12/29/2012

Messages Lost

Everything lately seems to be a reaction to something else, someone else, with the end result being entrenched positions and the belief that any difference of opinion means that other person is the enemy. Pretty soon all we're going to have left is a "no man's land." And nothing happens there.

It's impossible to have a discussion of mental illness and violence without incredible blowback. And it's impossible to discuss gun control without someone thinking the second amendment is threatened. And that's just one of the currently hot topics out there. It seems that anything that can possibly be divided into either/or is, even if this is always a fallacy.

The middle ground seems to be growing smaller and smaller, disappearing as we find more and more things to divide us.

And there's no shortage of folks reinforcing their foxholes and girding themselves for war.

What's lost in this back and forth of competing facebook statuses and blog posts and newspaper articles and petitions and memes gone wild is the underlying message.

Fear prompts much of this, and so do our wonderful heuristics, which are great to have until they bury the message under so much baggage it's a wonder the message isn't forever lost and relationships forever torn apart.

In our own families and friendships, we either learn what we can talk about safely when we disagree or those bonds are damaged and broken. In the online world, shifting allegiances based on issue-positions leave me, at least, with whiplash.

We can keep ourselves firmly chained to our beliefs, ostracize anyone who thinks differently, or engage others in a continual attempt to challenge our own beliefs and work to find out how the world really works. Being skeptical, being a critical thinker, means constantly challenging one's beliefs and conclusions, looking for disconfirming evidence. It means being open to new data. It means living precariously on the edge, admitting that very little is absolute. It doesn't mean further entrenching oneself and crying foul when one's beliefs are challenged.

The scientific method is the best chance we have of finding out how things really are. It's awfully hard to maintain that skeptical, show me attitude consistently throughout our life and apply it to all our beliefs.  But if we don't, we can be certain of one thing: messages will be lost and we will see the world as we want it to be rather than as it is. And as long as that happens, it will be impossible to effect real, lasting positive change.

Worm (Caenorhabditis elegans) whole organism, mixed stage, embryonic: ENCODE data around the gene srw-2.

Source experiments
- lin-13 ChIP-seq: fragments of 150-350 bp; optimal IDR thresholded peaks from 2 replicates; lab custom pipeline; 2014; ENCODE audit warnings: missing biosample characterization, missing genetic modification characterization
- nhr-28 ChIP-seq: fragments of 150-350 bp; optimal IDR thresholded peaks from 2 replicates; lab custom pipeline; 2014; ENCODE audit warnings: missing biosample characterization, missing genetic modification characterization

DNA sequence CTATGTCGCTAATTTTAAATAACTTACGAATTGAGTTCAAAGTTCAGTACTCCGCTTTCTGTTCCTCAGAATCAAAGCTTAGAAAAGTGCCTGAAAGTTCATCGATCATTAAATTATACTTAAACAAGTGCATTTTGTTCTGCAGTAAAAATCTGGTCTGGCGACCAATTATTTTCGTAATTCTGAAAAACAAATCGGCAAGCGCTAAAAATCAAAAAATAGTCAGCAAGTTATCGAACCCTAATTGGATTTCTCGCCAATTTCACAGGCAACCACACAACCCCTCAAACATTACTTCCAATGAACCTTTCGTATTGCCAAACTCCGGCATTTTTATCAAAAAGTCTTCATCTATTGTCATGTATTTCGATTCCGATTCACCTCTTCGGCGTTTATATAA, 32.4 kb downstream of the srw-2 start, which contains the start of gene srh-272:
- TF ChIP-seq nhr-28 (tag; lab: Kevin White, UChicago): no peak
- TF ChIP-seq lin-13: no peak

12/24/2012

Celebrating Milestones

Somehow, Bobby's 23rd birthday passed without me getting his birthday post written and up. Given the intensity of things in our autism community and in our real world life, that's understandable, but I can't pass this birthday up. 
Bobby got two cakes this year, one at home for just the six of us (we added a 19 year old to our household in October and she baked the cake he's holding up above). We had the Cisco College Anime club over on his birthday and talked anime and planned for the spring and then had cake. And then when my parents were back in town, we celebrated Dad's, Kurt's, and Bobby's birthday like we do every year. It, too, was a yummy cake.

And they were happy as it was an ice cream cake!

Too often, in autism-land, people ("experts" and families alike) think that autistic individuals have reached their potential when they age out of the school system. I don't know why--I can't imagine anyone saying people in general stop growing and learning at the magical age of 18 or 21. Seriously, if they did, I'd be out of a job. Bobby has made his most progress, his most growth in the last two to three years.


He's learning to roll with the punches (and that this is a metaphor and no one is going to punch him nor is he going to have to roll on the floor--the three LOVE metaphors and idioms and picking them apart). He's continued to grow as a cook and I remain forever grateful for that talent of his. He loves cooking and I love letting him take over the kitchen. It's a huge blessing.